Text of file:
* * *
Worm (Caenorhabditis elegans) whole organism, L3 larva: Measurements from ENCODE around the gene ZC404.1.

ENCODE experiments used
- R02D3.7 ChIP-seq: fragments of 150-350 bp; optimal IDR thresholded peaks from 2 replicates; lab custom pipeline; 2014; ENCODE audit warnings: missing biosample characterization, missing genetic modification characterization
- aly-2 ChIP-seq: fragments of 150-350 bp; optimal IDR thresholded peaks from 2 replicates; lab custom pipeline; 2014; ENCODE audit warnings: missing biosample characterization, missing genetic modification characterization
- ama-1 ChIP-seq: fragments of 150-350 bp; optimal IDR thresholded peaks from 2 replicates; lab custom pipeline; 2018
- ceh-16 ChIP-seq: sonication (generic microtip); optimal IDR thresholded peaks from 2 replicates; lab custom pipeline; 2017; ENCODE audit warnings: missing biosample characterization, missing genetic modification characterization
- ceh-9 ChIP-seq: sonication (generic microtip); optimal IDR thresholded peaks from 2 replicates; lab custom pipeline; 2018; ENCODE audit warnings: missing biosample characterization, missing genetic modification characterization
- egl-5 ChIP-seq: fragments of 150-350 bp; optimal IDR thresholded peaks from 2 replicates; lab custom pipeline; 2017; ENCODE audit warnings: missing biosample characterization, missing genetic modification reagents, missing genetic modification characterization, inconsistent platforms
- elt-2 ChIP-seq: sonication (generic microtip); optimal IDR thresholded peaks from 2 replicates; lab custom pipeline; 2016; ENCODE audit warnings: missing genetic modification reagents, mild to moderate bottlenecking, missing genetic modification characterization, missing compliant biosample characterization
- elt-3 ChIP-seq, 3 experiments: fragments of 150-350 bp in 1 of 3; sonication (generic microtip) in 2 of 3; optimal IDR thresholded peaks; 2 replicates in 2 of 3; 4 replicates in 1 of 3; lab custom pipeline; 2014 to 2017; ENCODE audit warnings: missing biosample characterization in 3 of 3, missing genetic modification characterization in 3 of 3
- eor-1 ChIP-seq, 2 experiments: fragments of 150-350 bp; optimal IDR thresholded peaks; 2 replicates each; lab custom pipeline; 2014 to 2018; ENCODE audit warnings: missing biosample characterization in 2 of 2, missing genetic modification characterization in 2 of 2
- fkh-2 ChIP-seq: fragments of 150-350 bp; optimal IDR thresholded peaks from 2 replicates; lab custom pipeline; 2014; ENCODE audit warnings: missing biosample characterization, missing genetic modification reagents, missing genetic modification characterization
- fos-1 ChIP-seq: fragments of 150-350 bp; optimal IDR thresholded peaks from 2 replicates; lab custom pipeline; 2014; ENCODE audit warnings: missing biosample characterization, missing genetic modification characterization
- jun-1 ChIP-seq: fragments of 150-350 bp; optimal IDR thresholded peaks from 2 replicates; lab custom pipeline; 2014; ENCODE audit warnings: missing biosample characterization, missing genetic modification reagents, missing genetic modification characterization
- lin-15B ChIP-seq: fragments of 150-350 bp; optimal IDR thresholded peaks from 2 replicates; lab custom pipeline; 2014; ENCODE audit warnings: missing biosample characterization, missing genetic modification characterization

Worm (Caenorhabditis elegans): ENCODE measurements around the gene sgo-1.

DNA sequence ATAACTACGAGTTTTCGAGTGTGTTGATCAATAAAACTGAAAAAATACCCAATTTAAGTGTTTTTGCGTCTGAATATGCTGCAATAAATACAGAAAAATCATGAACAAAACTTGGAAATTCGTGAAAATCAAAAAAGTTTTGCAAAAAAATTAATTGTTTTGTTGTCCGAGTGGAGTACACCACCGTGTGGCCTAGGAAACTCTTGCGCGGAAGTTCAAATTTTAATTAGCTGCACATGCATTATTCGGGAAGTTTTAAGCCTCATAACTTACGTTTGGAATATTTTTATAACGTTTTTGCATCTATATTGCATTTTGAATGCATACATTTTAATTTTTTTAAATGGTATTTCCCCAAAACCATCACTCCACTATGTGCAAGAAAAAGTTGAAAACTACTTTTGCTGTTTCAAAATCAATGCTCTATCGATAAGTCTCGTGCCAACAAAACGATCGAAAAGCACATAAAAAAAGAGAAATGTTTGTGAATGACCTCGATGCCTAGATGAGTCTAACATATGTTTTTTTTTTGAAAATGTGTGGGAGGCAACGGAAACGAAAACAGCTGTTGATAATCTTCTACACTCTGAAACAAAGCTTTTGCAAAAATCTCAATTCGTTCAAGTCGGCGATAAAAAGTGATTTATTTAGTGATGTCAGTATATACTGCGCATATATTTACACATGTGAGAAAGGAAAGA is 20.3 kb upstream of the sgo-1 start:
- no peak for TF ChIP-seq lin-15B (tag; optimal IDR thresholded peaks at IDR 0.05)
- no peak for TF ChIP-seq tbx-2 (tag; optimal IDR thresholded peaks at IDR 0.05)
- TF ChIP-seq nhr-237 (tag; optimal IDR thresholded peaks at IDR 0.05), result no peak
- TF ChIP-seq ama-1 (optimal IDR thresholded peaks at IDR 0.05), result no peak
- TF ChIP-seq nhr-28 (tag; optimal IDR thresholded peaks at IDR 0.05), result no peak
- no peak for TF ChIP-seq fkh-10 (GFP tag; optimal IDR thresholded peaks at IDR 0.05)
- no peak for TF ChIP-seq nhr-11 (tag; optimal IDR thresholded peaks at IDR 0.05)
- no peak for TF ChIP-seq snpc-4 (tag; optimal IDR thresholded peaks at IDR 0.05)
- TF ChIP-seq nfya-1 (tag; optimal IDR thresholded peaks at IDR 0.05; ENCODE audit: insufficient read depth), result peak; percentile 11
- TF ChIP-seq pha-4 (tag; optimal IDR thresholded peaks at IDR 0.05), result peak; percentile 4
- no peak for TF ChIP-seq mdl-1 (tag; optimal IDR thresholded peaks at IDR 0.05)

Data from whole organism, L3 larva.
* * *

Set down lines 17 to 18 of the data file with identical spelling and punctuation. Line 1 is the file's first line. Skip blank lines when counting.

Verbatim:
DNA sequence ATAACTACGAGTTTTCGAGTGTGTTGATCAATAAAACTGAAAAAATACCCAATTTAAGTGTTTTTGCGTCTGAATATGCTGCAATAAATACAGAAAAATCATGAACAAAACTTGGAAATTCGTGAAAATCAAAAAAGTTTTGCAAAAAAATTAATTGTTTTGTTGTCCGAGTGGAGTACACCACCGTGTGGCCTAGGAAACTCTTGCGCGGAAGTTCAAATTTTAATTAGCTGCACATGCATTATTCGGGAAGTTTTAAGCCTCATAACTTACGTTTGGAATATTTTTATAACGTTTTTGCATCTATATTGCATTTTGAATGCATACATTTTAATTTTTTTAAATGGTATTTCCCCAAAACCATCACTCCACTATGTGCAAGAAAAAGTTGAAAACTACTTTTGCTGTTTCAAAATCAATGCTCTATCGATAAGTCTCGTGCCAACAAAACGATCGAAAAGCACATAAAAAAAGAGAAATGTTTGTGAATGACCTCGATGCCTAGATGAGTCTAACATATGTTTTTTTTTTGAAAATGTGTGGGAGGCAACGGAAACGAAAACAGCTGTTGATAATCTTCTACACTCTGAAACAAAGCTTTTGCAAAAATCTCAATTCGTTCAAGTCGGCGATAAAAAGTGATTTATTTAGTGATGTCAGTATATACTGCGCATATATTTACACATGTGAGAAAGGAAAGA is 20.3 kb upstream of the sgo-1 start:
- no peak for TF ChIP-seq lin-15B (tag; optimal IDR thresholded peaks at IDR 0.05)